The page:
If you have invested in any type of property, you are probably aware of the wide range of different insurance products designed to safeguard it against loss and damage and to protect yourself against the liabilities which come with being the property owner.
The types of property insurance fall into a number of broad categories according to the property’s use:
- the Association of British Insurers (ABI), for example, publishes guidelines on standard home building and contents insurance typically purchased by home owner-occupiers;
- the Consumers’ Association’s Which? magazine describes the need for landlord or buy to let insurance – if you choose to let your property to tenants; and
- commercial property insurance – which protects all kinds of commercial property, from shops and offices to factories, workshops and even leisure centres (whether used as your own business premises or let to tenants).
Added to this is the requirement of lender that if you have a mortgage, adequate insurance must be maintained on both residential and commercial property.
Insurance for mixed-use property
So where does all this leave you if the property is not only used as commercial premises which has residential quarters, but part of it is occupied by you to live in, and the remainder let to tenants? It has mixed commercial and residential use, where you are both landlord for one part and owner-occupier for the other.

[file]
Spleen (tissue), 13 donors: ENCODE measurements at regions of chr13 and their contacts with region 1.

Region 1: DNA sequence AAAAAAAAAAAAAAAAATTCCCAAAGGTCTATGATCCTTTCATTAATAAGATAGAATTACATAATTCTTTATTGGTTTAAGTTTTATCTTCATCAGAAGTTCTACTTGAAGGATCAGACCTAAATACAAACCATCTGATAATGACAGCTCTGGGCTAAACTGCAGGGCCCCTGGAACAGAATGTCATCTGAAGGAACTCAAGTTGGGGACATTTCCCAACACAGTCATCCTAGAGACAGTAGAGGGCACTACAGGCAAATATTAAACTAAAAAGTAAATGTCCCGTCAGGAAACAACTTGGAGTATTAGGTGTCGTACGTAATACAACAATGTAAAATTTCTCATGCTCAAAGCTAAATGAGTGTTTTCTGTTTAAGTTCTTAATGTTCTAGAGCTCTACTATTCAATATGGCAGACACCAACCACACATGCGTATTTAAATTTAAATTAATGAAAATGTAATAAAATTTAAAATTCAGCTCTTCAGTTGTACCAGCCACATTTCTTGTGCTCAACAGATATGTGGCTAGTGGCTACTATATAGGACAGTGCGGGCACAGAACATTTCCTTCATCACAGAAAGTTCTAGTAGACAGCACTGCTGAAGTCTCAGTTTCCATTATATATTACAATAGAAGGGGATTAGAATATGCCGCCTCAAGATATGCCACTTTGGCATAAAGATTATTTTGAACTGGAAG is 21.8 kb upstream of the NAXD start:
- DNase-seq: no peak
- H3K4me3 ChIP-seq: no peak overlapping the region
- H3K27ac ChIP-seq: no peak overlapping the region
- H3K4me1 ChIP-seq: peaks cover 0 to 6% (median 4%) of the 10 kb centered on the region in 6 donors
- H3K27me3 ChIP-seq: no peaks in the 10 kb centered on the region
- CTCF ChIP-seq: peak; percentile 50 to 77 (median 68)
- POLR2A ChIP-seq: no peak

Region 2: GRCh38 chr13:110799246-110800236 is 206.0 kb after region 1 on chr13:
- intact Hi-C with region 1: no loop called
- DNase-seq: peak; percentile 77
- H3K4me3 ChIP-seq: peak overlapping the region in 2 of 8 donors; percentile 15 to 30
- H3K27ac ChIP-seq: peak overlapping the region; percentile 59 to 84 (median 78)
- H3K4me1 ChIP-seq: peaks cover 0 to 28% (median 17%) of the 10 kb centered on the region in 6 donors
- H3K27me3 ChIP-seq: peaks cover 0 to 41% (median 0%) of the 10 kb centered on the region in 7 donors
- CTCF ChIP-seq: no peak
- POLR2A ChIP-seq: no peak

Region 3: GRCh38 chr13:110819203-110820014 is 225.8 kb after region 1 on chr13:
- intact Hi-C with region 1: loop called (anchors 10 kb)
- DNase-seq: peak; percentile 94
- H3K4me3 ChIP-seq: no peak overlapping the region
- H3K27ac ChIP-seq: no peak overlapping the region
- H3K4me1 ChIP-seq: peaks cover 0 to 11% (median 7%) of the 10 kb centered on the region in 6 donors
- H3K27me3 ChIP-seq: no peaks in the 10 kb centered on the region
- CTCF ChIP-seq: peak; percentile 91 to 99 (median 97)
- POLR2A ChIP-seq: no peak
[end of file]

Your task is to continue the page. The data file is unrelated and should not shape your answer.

Probably the most common configurations for this type of property are:
- the shop or other retail outlet on the ground floor, with a flat or flats above;
- an office or doctor’s surgery downstairs and living accommodation upstairs; or
- a pub with its entrance at street level and rooms above for bed and breakfast guests and living quarters for the landlord and his family.
In any of these or similar mixed-use arrangements, the insurance solution is mixed commercial and residential building insurance. This insurance for mixed-use property is specially tailored to meet your needs, whatever the configuration of commercial and residential use and whether you are using the business premises for your own purposes or living in the accommodation or letting either part of the building to tenants.
In this way, insurance for mixed-use premises combines cover against a broad spread of risks associated with the different uses and occupation of the property:
- building insurance, which safeguards the structure and fabric of the whole of the property – including both its commercial and residential parts;
- contents insurance for the protection of any possessions you own in either your own business premises or living quarters, together with any of your contents in parts let to tenants;
- property owner’s liability insurance – for indemnity against claims by members of the public, neighbours or visitors who claim your liability for injuries they sustained or property damage they suffered because of contact with your premises;
- landlord liability insurance – for indemnity against your liabilities as a landlord and your defence of claims made by your tenants following their injury or damage to their property;
- compensation for loss of rental income – if an insured event makes any part of the premises unusable by your tenants and you lose the rental income you might otherwise have received; and
- alternative accommodation – if an insured event, leaves the residential quarters temporarily unsuitable for use.
Rather than trying to arrange separate insurance for the different parts of your property – or still worse, obtaining inadequate or inappropriate cover – mixed commercial and residential building insurance typically provides all the protection you need in a single, cost-effective policy.